Every week the Co-Founder and Chief Executive of the Young Britons’ Foundation,
Donal Blaney, explains one of Morton Blackwell’s Laws of the Public
Policy Process. Morton Blackwell is the Founder and President of the Leadership Institute in Arlington, Virginia.
US President Lyndon Johnson is famous for two political maxims. The first, when wishing to smear an opponent, was to slander him as being corrupt and homosexual and to respond to an uncomfortable aide: "Let’s hear him deny it". The second Johnson maxim is that it is "better to have someone inside the tent pissing out than outside the tent pissing in".
This week’s Law of the Public Policy Process begs to differ – namely that it is better for that awkward individual to be lurking in the grass outside the tent, rather than to risk having such an individual inside the tent. Essentially it advocates the need for collective responsibility and that if a particular person is unable to adhere to such a fundamental principle, no matter the risks of removing him from office or the campaign, it is better to do so in the long run.
All cabinets, campaigns, teams or organisations have individuals involved who are disgruntled. The real problem arises when that disgruntled individual poisons the atmosphere to such a degree that it is impossible for everyone else to move forward properly.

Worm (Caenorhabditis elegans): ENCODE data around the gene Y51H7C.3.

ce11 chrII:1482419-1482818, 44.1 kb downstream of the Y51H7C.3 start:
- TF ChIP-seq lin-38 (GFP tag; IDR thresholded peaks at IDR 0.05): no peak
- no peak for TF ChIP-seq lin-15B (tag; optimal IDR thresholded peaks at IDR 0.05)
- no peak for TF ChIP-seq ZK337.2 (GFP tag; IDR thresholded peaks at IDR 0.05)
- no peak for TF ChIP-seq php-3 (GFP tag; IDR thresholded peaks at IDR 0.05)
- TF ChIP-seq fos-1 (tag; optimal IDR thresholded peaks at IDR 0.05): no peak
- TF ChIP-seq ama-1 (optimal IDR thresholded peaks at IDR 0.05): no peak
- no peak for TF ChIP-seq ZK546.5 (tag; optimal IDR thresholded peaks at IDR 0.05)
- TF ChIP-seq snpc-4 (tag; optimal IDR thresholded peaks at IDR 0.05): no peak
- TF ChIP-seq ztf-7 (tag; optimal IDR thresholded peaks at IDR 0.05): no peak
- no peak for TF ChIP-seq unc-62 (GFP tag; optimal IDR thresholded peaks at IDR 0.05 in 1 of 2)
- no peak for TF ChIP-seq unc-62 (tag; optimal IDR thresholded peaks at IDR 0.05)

John Major’s tenure as Prime Minister was hampered by the attitude of Michael Heseltine and Ken Clarke in the same way that Margaret Thatcher was hijacked in Madrid in 1989 by Nigel Lawson and Geoffrey Howe. The collective cabinet view accorded with the positions of both Prime Ministers but these vipers in the bosom made it clear that if they did not get their way, they would resign and destabilise the government.
The same can be said of the behaviour of some Conservative MEPs too. Rather than adhering to the wishes of the Party’s leadership, they are prepared to put their own interests first. Thus Caroline Jackson (whose husband of course defected from the Tories) threatens David Cameron and allows public dissent to be seen by the public at the very time that the Party is finally making electoral strides.
Michael Portillo (the 1999-2005 vintage) was perceived as a viper in the bosom of William Hague. Following this week’s Law of the Public Policy Process, it would perhaps have been better for Hague to have kept Portillo well away from the levers of power given that he was evidently disgruntled with the Party’s direction at that time.
David Cameron has chosen a different route – the Johnson tent maxim. He has brought within the fold people who had the potential to cause him trouble – Clarke, Heseltine and Gummer from the Left and Redwood from the Right. Redwood and Gummer seem reinvigorated and it was evidently sensible to use their experience as cabinet ministers in shaping party policy in advance of the next election.
That said Cameron may be understandably nervous that some of those who have come within the tent – particularly the likes of the Geldofs of the world – may become troublesome if the policy groups in which they have an interest do not make recommendations that accord with their agendas.
It’s always a tough decision whether to bring members of an awkward squad into the tent or to keep those who might be vipers away from your bosom. In truth there may be no hard and fast rule at all. However this week’s Law of the Public Policy Process is that it is "better a snake in the grass than a viper in your bosom".
Previous entry in this series: "The mind can absorb no more than the seat can endure"